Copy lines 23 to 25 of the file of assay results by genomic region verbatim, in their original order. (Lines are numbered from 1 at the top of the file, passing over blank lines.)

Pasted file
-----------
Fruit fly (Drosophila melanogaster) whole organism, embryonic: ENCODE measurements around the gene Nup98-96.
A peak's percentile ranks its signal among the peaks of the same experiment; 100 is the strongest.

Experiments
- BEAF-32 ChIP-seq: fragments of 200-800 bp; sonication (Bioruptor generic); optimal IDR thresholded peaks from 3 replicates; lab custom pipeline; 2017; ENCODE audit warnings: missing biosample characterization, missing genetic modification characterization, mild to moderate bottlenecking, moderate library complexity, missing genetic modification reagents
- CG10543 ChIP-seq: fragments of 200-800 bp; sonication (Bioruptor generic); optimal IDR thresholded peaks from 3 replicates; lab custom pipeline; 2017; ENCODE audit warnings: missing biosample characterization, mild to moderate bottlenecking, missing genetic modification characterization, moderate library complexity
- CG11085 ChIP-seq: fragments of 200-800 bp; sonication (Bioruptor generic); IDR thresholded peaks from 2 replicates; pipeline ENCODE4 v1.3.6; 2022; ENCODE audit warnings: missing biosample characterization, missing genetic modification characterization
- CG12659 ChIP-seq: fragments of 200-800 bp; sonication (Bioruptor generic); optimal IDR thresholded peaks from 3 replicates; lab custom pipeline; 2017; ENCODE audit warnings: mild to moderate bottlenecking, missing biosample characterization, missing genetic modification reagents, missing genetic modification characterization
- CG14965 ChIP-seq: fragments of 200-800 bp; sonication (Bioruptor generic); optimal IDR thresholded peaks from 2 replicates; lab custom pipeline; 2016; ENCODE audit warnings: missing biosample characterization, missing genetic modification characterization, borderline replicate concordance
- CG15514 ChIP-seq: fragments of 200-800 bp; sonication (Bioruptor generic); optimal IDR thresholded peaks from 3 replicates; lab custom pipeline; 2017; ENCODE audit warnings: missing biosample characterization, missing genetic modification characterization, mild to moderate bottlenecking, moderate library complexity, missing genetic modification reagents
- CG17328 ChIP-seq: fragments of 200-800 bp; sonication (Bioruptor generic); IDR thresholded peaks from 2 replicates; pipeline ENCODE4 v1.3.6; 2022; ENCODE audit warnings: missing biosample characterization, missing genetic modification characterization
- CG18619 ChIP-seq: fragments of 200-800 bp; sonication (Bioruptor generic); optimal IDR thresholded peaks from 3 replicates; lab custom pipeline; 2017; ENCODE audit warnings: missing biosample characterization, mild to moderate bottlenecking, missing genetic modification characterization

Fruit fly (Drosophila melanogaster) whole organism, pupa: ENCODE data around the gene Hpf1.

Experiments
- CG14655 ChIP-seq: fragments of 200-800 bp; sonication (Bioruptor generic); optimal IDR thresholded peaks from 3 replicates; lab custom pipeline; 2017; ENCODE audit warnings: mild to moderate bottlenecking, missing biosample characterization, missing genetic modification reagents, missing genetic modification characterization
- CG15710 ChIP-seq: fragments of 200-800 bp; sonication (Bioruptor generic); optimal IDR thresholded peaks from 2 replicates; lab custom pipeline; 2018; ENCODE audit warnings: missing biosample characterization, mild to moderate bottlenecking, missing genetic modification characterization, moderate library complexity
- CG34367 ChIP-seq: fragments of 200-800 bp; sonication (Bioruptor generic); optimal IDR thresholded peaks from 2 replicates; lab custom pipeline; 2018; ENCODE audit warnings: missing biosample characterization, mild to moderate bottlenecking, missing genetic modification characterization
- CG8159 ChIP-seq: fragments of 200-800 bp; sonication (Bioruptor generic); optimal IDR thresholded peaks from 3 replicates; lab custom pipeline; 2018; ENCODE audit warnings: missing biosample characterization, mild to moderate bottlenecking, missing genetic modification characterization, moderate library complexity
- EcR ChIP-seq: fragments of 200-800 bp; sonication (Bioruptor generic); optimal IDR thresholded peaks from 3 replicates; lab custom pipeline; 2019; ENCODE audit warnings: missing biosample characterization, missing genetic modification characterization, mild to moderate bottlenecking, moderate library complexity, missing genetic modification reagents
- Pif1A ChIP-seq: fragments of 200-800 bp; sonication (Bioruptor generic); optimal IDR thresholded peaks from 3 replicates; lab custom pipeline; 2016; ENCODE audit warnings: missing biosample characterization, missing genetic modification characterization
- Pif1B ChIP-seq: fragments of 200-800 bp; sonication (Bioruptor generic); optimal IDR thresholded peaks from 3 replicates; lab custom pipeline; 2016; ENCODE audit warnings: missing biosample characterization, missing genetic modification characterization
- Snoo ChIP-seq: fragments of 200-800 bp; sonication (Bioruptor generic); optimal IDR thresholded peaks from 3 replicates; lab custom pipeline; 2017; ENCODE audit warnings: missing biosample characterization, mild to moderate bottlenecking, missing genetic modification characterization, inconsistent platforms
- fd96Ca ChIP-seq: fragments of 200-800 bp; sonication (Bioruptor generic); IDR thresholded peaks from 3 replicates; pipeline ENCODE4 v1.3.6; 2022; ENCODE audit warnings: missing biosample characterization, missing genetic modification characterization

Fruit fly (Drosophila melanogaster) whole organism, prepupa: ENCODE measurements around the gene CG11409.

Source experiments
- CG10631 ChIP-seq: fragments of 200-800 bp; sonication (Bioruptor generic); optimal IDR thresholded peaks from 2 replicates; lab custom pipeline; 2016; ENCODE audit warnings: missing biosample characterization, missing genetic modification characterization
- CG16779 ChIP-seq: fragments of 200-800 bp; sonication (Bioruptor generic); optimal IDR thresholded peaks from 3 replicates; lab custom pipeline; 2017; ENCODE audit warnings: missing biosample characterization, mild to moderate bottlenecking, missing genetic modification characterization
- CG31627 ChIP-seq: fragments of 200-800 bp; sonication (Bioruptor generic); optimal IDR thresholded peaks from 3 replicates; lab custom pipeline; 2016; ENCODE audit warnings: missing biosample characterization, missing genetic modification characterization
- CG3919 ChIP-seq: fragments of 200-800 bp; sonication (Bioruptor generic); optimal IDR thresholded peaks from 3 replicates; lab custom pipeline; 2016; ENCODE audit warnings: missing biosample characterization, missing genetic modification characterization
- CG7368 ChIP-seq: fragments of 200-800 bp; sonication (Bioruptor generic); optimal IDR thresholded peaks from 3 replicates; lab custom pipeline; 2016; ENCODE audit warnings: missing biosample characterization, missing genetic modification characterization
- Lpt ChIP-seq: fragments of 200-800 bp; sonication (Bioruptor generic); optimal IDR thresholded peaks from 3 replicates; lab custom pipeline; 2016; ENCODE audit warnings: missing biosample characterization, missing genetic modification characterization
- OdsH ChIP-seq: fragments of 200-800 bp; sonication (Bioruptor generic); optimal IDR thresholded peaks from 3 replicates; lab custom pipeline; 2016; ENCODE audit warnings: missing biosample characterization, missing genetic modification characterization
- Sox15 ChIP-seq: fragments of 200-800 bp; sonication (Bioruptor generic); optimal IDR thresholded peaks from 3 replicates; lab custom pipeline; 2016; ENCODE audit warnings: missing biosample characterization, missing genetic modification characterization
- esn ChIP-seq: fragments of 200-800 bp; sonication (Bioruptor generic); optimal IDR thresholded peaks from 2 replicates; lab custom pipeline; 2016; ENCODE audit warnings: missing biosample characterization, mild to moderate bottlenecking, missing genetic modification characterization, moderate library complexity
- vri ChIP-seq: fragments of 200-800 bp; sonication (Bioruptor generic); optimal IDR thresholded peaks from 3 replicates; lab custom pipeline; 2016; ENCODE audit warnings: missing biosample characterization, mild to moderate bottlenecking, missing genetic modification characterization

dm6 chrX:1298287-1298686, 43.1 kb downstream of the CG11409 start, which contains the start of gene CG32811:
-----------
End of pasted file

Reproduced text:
Fruit fly (Drosophila melanogaster) whole organism, prepupa: ENCODE measurements around the gene CG11409.

Source experiments
- CG10631 ChIP-seq: fragments of 200-800 bp; sonication (Bioruptor generic); optimal IDR thresholded peaks from 2 replicates; lab custom pipeline; 2016; ENCODE audit warnings: missing biosample characterization, missing genetic modification characterization